I’m sure that most of us would look at the heading and heave a huge sigh of relief. Afterall, Who doesn’t love to sleep? I don’t think there is a soul in this world that doesn’t wanna sleep. Ask any man/woman, grown up or child and notice the sparkle in their eyes when speaking about sleep. Similarly ask a person with minimum sleep to know the value of a good 7-8 hour sleep. Unfortunately, the world is moving at such fast and competitive pace that one has to sacrifice on something to achieve another thing. Most of the time that ends up being our beauty sleep. But hey, we all have our cherished weekends for that “ME” time, for that extra 5 mins sleep, to snooze the alarm, heck to not even keep an alarm.
Elders have always told us young people that it is very good for body and mind to be up and running before the sun rises. Yes, I can vouch for that as during my school days I used to wake up at 5 am for cricket practice at 6 am and sleep at 10 pm. The day used to go wonderfully well with positive vibes all around. Like the saying goes, ‘Early to bed early to rise’, I followed it meticulously for a good 3 years.
Now, as a working professional though it is totally the opposite. I look forward to that Saturday and Sunday to sleep in and I hear my mother saying that it is not good. Heck, Studies have now found that there is a chance that it may help you extend your life in this paradise called Earth. Of course like a two faced coin there are alternate theories that prove that catching up on missed sleep or sleeping in during weekends are bad for one’s health.
I would like to look at the positive side of that coin though (whichever is the positive, as it may vary from each person’s perspective). Not only weekends but any time I get I would like to sleep in. Anyways, leaving my side of the story aside let’s get into the actual facts.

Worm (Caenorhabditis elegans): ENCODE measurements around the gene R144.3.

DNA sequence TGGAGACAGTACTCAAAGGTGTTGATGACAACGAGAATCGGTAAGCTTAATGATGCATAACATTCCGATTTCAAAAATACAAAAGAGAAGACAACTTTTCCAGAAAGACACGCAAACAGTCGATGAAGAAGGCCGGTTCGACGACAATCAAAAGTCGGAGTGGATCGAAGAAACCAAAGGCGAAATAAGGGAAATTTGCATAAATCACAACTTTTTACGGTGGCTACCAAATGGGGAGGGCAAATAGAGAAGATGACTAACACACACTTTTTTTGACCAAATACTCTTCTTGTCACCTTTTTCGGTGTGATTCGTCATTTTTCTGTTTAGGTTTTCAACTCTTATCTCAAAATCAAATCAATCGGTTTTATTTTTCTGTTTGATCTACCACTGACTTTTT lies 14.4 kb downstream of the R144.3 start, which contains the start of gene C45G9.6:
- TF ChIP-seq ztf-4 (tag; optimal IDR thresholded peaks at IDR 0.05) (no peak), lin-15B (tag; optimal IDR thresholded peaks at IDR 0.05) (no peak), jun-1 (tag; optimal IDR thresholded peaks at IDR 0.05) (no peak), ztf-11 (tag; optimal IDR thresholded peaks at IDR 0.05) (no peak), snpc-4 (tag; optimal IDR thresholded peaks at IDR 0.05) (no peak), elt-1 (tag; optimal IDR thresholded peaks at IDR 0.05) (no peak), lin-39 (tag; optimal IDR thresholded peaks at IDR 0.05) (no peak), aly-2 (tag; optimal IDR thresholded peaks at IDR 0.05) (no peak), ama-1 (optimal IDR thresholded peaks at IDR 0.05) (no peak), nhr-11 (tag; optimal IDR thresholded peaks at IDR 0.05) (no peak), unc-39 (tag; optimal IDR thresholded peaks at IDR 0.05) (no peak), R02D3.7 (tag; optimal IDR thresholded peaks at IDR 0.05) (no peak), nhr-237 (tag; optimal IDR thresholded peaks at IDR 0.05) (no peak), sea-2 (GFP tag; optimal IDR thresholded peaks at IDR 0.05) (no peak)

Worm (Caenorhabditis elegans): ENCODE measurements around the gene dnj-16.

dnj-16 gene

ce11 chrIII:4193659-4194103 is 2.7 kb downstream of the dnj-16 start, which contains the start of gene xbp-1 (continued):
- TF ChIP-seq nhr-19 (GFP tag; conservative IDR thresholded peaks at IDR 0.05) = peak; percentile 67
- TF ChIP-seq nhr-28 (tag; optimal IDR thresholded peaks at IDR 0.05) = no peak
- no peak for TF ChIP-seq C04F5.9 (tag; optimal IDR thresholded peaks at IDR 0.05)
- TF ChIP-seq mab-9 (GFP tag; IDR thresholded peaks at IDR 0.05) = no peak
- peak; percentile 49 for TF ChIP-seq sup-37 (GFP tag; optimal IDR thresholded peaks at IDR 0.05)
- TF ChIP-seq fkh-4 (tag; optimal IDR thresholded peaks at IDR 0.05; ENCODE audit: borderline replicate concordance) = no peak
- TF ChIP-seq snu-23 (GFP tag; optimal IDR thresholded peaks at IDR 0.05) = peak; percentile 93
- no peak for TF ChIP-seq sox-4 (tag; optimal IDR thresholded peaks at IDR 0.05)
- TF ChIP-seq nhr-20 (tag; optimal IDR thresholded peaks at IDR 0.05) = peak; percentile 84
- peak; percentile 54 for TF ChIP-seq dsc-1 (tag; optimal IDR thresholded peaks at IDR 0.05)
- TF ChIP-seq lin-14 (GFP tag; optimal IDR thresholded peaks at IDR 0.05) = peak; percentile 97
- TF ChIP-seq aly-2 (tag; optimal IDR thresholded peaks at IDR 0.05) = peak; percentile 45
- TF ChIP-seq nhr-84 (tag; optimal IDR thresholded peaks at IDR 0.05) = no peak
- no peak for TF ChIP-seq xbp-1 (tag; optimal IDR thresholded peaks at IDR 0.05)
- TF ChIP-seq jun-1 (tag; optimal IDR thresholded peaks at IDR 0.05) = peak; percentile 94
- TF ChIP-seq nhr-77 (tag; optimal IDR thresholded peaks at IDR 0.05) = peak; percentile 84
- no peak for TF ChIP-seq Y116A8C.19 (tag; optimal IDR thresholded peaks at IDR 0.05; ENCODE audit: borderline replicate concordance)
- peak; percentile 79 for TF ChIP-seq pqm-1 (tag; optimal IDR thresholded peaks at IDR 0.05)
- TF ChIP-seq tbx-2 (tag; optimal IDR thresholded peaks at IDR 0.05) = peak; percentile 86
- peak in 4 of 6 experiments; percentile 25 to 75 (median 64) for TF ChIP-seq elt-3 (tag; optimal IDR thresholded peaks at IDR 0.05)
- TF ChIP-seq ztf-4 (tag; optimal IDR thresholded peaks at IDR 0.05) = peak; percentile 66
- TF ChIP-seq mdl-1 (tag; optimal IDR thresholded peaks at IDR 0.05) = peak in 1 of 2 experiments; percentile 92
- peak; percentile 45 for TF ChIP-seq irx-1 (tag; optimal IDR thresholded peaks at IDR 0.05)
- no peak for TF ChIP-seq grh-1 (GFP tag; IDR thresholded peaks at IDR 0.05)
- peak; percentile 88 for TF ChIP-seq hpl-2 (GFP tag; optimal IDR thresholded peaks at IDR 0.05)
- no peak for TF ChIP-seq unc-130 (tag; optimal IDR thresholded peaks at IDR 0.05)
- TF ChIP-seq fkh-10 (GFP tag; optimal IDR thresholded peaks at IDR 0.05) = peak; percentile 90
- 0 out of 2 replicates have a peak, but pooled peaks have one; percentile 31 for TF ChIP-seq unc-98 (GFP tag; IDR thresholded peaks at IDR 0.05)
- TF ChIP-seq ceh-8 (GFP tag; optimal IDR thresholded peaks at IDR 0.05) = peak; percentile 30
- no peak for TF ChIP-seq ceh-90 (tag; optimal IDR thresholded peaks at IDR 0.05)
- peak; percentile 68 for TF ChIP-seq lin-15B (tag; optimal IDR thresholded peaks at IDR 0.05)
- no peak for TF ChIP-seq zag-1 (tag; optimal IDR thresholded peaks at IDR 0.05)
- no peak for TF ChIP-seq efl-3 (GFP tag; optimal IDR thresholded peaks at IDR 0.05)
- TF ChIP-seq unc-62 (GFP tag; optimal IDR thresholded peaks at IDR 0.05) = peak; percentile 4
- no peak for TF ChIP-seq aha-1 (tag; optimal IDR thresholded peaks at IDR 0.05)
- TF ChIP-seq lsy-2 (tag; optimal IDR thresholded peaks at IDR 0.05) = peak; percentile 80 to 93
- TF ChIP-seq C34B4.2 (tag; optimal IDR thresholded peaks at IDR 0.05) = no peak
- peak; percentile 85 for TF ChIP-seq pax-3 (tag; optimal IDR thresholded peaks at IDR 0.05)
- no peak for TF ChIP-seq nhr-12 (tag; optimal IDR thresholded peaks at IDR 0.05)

Researchers from Sweden’s Karolinska Institute analyzed the health records of nearly 44,000 people and found that adults younger than 65 who slept an average of five hours or less per weeknight but got eight or more hours of sleep on the weekends had a good chance of living longer, in comparison to those who slept six to seven hours every week night.
In contrast, the ones who slept for five hours or less a night on weekends, well their mortality rate stood at a modest 52% higher than people who slept for seven hours a night on weekends.
The key point to note here is that the study says a mortality rate of 52% which is not convincing enough and could be attributed to a multitude of factors. Yes, sleep is an important part of one’s life cycle and it is the body’s way of charging itself similar to a cell phone charging its battery. But we all would have noticed what happens to the battery when we undercharge and overcharge.
I conclude by stating this- It is up-to each individual on how or when and how much of sleep each person requires as it is their body and only they know what is needed.